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Makeup Master Dick Smith

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Dick Smith will be honored at this month’s International Makeup Artist Trade Show, June 25–26 at the Pasadena Convention Center, on the occasion of his 83rd birthday and 60th year in the business. Keynote speakers at the event are creature effects wizard Dave Elsey, celebrity makeup artist Scott Barnes and this year’s Oscar-winner for makeup, Bill Corso.“Dick Smith is god,” once said Rick Baker, six-time Academy Award-winner for makeup.In the 100-year history of cinema, not many groundbreaking craftspeople have managed to both create unforgettable work and influence an entire industry in the process. Foremost among them is Dick Smith, a true master of makeup who has been associated with the profession for the past 60 years.Smith got his first makeup job in 1945 at NBC in the fledgling television medium, giving up dentistry studies at Yale for the allure of the small screen. “I was the first staff makeup artist in the television industry, so I saw it from the very beginning,” says Smith. Within five years his department of one had expanded into a staff of 20 makeup artists working full time. Smith was supervising shows in studios and theaters all over New York. “I did every kind of makeup during my TV years,” he notes, “and about 1954–55 I taught myself how to run foam latex and started doing better work.”He remained at NBC for 14 years before venturing into films in the late 1950s, though he still returned to TV, receiving an Emmy for his work on Hal Holbrook on Mark Twain Tonight in 1967.By the late 1960s Smith was already a legend to young readers of his Monster Makeup Handbook, published through Famous Monsters of Filmland magazine in 1965. Among its enthusiastic readers were future makeup artists Craig Reardon (E. T., Poltergeist, Twilight Zone), Kevin Haney (Dick Tracy, The Addams Family, Driving Miss Daisy) and Rick Baker, who had begun an active correspondence with Smith. However, it was a revisionist western shot in 1969 that brought Smith to the forefront in the Hollywood makeup community.Smith came into Little Big Man through an association with Dustin Hoffman who he’d worked with on Midnight Cowboy. The later film gave him the chance to create a memorable old-age makeup for Hoffman’s character, who was supposed to be 121 years old. The key to creating the makeup was Smith’s innovation of developing individual appliances for different sections of Hoffman’s face so that the makeup would appear to move naturally.After the success of his work in Little Big Man, Smith was summoned to create believable blood effects and an old-age makeup for Marlon Brando in The Godfather. “Francis [Ford Coppola] was very determined that the whole film look very realistic,” says Smith. With blood essentially made from Karo syrup and food color, Smith actuated the bullet hits that occur in the shooting of Sterling Hayden’s police captain character. First, he created a foam latex rubber forehead that would be placed over the actor’s own forehead. “Before putting that on,” says Smith, “we applied a thin disc of metal about the size of a silver dollar in the target area on his forehead. Then, we glued a proper-sized squib—a weak explosive charge—on top of the center of the metal, ran little wires through the actor’s hair, connected them up to the detonator that the special effects guy would work, and then put that rubber forehead on. I had to pre-cut the bullethole so that the tiny piece of foam would blow out cleanly by the squib. Before the explosive was fired, a hypodermic needle injected my blood formula under the forehead appliance in a space around the squib where it was not glued down. Then the squib blew the bullet hole in the forehead on cue, sending the blood pouring out of it.”If The Godfather was the first true use of special makeup effects, The Exorcist took those innovations a step further. With its tale of the demonic possession of a 12 year-old girl played by Linda Blair, the film showed viewers the extent to which makeup could affect the power of a film. Blair’s facial makeup, the rotating dummy head, the letters rising on the skin, and the bulging neck effect were all groundbreaking. Another of Smith’s certain triumphs on the film was an old-age makeup created for Max Von Sydow. Perhaps the greatest tribute to Smith’s craftsmanship was that many viewers failed to recognize the then-44-year-old Von Sydow in the delicate age makeup.Several projects in the 1970s provided Smith with an opportunity to solve new makeup problems. For Taxi Driver, among many bloody effects for the climax of the film, Smith created a nearly invisible bald cap for Robert DeNiro. He also worked on the ambitious Altered States in 1979, for which he created makeups, effects, puppets, and full-body suits. His gradually aging makeup stages on David Bowie in 1983’s The Hunger are nothing short of stunning.Certainly, a landmark in Smith’s career is his Academy Award-winning makeup in 1984’s Amadeus. “Even though there are no effects in it, the old Salieri makeup works 100 percent of the time and lends so much to that movie,” says Smith’s protégé, Kevin Haney. “It enhances the film in every way.”After Amadeus Smith’s film and TV work slowed down some as he reached retirement age. But Smith, 83 this month, is far from completely retired, with his ongoing makeup course and continuing involvement as a consultant to the dozens of makeup artists and students who have been under his tutelage. Reflecting on his long career Smith says simply, “I still don’t believe it!“When I began I had no confidence and hardly any hope that I had the talent to become a makeup artist, to say little of becoming a successful one. To actually achieve, in my lifetime, the title of ‘legendary’ is unbelievable. I am thrilled by having accomplished so much. It is an eternal joy.”Would Smith ever return to active duty as a makeup artist? “If I could get something comparable to Amadeus, yes, I would do it,” he says, “but that will never occur again. Of course, you never know, but I’m not looking for that to happen.”Rick Baker summed up Smith’s impact when he concluded, “There’s never going to be another Dick Smith. I don’t deny that I’m pretty good at what I do, but it’s because of Dick Smith. He set the standard for makeup today.”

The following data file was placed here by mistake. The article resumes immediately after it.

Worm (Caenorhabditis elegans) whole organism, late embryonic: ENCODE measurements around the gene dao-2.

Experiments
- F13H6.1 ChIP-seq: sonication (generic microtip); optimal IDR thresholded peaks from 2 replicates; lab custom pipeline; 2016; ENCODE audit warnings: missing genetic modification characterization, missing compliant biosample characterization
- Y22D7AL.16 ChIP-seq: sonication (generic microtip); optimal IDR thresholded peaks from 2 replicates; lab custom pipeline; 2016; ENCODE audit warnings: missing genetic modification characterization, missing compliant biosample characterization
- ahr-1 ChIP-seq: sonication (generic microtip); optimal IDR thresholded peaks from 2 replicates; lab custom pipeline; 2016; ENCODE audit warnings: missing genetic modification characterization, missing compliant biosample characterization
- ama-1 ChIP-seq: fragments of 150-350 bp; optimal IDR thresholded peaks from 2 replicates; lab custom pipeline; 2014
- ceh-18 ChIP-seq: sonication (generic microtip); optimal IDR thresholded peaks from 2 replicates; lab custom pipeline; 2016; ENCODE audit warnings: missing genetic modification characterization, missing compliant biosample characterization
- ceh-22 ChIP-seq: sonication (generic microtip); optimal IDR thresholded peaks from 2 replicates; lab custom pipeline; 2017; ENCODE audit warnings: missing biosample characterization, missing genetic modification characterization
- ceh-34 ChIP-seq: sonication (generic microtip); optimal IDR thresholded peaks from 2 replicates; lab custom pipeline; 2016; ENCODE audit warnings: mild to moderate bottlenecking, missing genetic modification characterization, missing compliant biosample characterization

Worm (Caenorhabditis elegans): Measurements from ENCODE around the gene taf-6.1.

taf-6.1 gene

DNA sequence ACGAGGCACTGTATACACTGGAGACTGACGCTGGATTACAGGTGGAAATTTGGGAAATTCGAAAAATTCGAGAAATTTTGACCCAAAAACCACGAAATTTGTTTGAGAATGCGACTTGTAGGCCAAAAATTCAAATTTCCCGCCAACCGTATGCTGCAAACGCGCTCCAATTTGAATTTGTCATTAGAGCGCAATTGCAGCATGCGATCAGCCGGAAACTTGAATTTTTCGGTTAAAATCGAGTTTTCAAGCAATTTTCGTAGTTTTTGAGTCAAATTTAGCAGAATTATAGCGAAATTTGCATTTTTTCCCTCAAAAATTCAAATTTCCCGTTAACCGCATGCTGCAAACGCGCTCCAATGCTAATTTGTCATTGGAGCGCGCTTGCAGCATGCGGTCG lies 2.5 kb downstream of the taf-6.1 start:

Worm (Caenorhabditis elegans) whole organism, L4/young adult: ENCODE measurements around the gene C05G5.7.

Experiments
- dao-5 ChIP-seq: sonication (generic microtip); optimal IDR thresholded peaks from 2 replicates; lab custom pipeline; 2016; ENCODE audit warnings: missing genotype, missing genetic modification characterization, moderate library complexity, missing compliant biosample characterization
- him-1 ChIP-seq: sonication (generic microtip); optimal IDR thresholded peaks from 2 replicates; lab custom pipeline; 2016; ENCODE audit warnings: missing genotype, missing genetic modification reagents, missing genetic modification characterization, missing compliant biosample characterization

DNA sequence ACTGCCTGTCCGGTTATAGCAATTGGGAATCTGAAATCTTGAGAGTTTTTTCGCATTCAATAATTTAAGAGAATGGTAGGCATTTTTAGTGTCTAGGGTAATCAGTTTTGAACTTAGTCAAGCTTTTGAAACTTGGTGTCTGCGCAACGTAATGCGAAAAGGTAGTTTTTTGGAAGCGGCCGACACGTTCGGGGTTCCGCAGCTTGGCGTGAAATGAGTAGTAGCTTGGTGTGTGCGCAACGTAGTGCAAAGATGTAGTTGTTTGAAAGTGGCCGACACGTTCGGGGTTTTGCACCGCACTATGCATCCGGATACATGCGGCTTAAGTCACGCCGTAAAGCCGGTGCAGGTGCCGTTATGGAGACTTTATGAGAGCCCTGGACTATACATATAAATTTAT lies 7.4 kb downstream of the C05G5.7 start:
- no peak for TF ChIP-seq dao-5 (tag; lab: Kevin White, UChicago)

Written by Scott Essman